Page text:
As a teen I had 5 yrs under my belt of riding horses of every disposition, mucked and bedded hundreds of stalls, learned all aspects of horse care. When I got my first horse when I was 19, I knew exactly what was involved in riding it and taking care of it. Quite a few years have passed and I'm still shovelling manure. Because that's part of horse ownership.
Msail likes this.
    09-07-2013, 06:03 PM
Listen to everybody here. There are a lot of things you need to consider before getting a horse.

See if you can pitch in at your lesson stable. Muck stalls, tack horses for their lessons, clean saddles, do whatever you can. Try to ride a lot of different horses. There's a lot of work that goes into keeping a horse, and if you don't really like doing the everyday chores, then a horse is not for you.

I can understand. I bought my first horse three months ago, and I'm supporting him with my job and money. I'm not a complete newbie, I've leased horses before and done a lot of trail riding. I thought I would be completely ok, but there have been so many little things - what to feed him, spring grass making him feel good, ill-fitting saddles, sore back. I didn't know his back was sore, and every time I asked him to canter, he would throw a bucking tantrum. Eventually I came off, and I injured my ankle. Riding is a high-risk sport, you're dealing with an unpredictable prey animal. It's dangerous. I broke my jaw being bucked off another horse.

If you get your own horse, you're completely responsible for them. You need to make sure you have enough money to cover costs such as shoeing, vaccinations, tack, worming treatments, feed, stable costs, and lessons. Those are basic costs that you'll need to pay if everything is going well. If something goes wrong, you're going to need to shell out even more - vets are expensive! My friend's horse tore open his fetlock to the bone in a paddock accident; they can happen out of the blue. He ended up needing a $2000 vet bill.

My point is, I am echoing everyone else here on this forum. Horses are great and the idea of them is great, but keep taking lessons and learn as much as you can. Save up. Ride as many horses as possible, in all situations. Go trail riding. And don't give up hope! It's all worth it when you get your first horse. But if you're serious, you can do it. There's no rush, trust me! :) Good luck and be smart about this.
Corporal, 2BigReds and SammysMom like this.
    09-07-2013, 06:04 PM
Everyone has really good advice. I bought my horse in 2011 and had never owned before then. I was lucky. I bought a horse with a good disposition that put up with my mistakes.

I'm also fortunate to have a well paying career and disposable income available.

Here is what I learned.

1. On New Years Eve, 20 minutes before you and your husband are meant to leave for dinner reservations, your horse will decide to charge his fence and will be running wild in someone else's field.

2. Right after you buy new tack and wipe out your "horse savings account" your horse will colic and need weekend emergency attendance from a vet.

3. On the coldest, wettest, most miserable day of the year when you swear you are running a fever, you will need to go to the barn to chip the water in the horse's bucket.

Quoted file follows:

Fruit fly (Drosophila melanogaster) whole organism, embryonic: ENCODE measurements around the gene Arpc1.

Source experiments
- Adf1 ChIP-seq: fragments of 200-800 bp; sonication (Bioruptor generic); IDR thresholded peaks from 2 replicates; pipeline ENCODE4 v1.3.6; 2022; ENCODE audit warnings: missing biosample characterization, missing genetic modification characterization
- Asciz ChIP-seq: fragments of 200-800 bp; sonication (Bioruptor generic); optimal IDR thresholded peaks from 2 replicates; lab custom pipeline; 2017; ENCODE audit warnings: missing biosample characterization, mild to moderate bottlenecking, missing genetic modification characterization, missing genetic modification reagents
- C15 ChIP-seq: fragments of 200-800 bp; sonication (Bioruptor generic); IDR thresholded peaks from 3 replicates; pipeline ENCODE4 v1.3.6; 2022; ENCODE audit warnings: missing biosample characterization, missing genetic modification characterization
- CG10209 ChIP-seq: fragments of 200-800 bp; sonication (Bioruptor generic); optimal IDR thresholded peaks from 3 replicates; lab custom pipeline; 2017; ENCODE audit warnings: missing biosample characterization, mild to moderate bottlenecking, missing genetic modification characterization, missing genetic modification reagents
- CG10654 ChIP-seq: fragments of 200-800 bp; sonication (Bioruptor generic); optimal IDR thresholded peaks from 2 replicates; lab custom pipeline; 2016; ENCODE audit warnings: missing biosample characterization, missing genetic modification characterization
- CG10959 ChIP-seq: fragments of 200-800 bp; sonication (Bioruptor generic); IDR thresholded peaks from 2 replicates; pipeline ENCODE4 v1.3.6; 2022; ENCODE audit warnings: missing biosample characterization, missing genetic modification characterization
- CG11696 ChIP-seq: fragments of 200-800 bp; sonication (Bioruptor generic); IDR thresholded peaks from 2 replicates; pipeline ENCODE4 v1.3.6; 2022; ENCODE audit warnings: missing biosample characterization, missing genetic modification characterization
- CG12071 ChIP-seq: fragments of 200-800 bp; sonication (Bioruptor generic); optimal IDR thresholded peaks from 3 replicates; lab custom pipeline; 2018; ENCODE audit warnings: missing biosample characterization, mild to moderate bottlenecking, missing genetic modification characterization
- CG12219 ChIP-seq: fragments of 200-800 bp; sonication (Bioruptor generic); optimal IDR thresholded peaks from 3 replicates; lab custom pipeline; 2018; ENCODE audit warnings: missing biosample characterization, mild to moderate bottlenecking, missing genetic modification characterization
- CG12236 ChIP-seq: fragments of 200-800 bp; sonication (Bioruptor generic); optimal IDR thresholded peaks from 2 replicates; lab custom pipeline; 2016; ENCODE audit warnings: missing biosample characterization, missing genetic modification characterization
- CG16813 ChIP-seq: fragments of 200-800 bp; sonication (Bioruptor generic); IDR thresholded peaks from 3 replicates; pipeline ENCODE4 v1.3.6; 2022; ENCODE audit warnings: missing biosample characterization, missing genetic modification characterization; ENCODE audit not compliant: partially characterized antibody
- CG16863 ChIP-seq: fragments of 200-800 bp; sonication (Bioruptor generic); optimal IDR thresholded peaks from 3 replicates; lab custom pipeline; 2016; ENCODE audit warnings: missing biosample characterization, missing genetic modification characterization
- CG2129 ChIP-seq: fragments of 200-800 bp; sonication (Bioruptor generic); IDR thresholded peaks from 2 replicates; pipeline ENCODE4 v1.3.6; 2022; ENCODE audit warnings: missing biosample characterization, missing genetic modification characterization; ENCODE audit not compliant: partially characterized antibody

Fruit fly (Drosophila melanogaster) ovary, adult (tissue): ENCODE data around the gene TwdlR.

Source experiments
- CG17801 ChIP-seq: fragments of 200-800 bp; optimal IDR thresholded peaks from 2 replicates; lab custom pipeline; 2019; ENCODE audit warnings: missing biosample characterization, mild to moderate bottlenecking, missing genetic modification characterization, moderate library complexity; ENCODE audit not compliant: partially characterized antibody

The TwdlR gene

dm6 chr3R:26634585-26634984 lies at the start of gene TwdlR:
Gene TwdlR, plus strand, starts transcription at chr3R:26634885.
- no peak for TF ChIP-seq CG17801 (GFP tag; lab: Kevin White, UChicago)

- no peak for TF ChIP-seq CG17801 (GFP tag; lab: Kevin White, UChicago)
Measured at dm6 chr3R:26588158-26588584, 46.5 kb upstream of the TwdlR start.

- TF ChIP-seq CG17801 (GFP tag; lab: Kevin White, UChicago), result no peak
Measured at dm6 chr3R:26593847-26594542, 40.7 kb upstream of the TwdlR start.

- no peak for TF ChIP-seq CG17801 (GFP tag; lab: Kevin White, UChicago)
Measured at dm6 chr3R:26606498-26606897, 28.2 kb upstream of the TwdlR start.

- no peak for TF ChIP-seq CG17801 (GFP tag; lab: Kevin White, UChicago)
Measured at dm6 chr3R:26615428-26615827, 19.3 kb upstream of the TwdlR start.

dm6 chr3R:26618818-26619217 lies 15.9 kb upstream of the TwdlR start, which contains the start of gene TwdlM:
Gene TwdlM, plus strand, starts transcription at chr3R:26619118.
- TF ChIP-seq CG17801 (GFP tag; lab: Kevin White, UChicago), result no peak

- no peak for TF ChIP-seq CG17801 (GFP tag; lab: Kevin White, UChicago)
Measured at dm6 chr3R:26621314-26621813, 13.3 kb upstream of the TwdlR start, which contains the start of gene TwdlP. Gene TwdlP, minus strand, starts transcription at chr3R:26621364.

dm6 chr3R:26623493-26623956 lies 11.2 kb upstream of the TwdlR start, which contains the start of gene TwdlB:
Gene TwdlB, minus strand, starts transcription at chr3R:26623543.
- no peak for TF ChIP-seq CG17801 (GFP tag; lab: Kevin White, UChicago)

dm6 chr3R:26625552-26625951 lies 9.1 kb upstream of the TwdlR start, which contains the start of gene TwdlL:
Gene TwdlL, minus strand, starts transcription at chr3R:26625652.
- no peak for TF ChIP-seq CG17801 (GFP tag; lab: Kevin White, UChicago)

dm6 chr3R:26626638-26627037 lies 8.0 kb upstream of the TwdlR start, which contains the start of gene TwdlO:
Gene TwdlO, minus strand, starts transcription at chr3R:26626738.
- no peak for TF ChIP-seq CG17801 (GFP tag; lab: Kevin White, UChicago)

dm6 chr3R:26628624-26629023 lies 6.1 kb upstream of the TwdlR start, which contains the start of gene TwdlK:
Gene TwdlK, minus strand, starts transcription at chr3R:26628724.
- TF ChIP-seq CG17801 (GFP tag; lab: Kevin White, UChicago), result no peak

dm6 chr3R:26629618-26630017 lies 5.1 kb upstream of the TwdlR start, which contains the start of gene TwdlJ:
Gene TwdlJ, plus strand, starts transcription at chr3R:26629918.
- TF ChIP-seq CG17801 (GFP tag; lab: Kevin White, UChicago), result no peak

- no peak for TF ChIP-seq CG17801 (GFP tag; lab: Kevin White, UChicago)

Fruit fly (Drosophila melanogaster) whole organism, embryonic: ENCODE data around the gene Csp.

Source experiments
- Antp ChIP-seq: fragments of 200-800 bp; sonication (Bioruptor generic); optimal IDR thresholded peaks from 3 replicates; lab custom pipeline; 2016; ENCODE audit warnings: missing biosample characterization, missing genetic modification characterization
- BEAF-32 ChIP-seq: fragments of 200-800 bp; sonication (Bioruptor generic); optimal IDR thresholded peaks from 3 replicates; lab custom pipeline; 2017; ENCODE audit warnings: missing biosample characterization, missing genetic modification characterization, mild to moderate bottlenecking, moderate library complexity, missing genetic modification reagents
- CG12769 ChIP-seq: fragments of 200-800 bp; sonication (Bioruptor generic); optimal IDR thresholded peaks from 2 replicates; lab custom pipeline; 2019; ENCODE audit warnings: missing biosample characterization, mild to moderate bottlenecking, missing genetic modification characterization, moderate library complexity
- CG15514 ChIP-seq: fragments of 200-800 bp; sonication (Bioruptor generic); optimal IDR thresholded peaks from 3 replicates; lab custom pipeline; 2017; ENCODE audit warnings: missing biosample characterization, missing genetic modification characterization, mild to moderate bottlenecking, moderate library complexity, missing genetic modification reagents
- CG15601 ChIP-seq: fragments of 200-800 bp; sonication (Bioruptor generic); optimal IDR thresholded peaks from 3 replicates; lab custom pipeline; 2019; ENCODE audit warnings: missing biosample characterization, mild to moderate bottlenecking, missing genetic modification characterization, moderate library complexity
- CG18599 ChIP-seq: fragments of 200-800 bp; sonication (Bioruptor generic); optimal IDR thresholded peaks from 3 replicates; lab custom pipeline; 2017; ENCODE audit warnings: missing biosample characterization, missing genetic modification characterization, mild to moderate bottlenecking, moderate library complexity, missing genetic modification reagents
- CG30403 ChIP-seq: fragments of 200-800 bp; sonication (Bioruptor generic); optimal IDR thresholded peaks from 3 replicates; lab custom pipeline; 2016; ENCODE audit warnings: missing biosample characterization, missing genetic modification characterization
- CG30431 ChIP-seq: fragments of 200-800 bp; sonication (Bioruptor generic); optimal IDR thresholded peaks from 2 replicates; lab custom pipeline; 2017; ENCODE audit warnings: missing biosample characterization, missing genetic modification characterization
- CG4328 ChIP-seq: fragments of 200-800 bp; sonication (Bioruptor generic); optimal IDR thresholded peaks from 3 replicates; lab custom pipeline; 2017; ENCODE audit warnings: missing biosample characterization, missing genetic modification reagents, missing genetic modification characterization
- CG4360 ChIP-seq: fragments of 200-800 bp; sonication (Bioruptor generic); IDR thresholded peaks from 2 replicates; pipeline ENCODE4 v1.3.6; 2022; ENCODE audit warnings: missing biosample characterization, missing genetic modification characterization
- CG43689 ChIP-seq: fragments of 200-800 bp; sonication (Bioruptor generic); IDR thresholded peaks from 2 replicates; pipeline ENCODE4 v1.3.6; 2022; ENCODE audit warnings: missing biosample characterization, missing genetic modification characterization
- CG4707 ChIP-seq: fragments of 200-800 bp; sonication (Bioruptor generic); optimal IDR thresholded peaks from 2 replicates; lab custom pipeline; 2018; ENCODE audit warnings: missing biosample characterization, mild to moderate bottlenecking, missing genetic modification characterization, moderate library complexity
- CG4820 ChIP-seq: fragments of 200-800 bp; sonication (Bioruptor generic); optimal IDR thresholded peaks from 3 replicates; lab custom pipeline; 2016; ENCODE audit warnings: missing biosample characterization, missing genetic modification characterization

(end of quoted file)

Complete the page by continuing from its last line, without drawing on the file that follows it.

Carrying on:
4. On the day when you only have 15 minutes to provide a worming and get to your next appointment, that is the day your horse will decide to play tag and not allow you to catch him on 30 acres.

5. The day you are scheduled to leave for a trail ride, your horse will throw a shoe and you will have to call a farrier and wait for a new shoe before you can load up the trailer and leave.

I hope you are laughing, but it's true. My husband is quite miffed, I spend much more time caring for my horse than I do my dogs, cats, or our house (and of course he includes himself in that rant.) The dogs and cats seem really easy to care for compared to a horse. I can't board at our house, so I also have the time / distance / fuel to drive to the barn to check on the horse. That has to be included into the equation of horse ownership.

I love horse ownership. I wouldn't give it up for the world right now. But it eats up time, money, and your attention to others.

I would wager to say, that for the most part, the people on this forum need their horse as much as their horse relies on them. It's not about ownership, it's a zen thing. Their horse speaks to their spirit and their soul. It is a part of you and it is a hunger in you.

Only you will know if a horse means that to you. If it does, sooner or later, you and the horse will come together. It took me 47 years to realize my dream.

You will know it's time to buy a horse when you don't feel the need to ask if you should, you just do it.

Now, as to your question regarding breed and age. Dunno. Depends what you want to do. Horses are not quite like dogs, where some are better retrievers or others make great guardians. Some breeds have specific traits, there are tons of horse encyclopedias that will describe the innate characteristics and body types, such as weight and height.

Learn more about riding, talk to other horse owners. Ask them why they chose their horse and what do they like about the breed.

Depending on where you are located, there may be a market for horse leasing. You pay a monthly fee to have access to someone else's horse for riding. It is expected that you participate in any grooming needs. This is a great way to learn how much work a horse requires without the added stress of ownership.

Good luck!
bsms, Cacowgirl, 2BigReds and 10 others like this.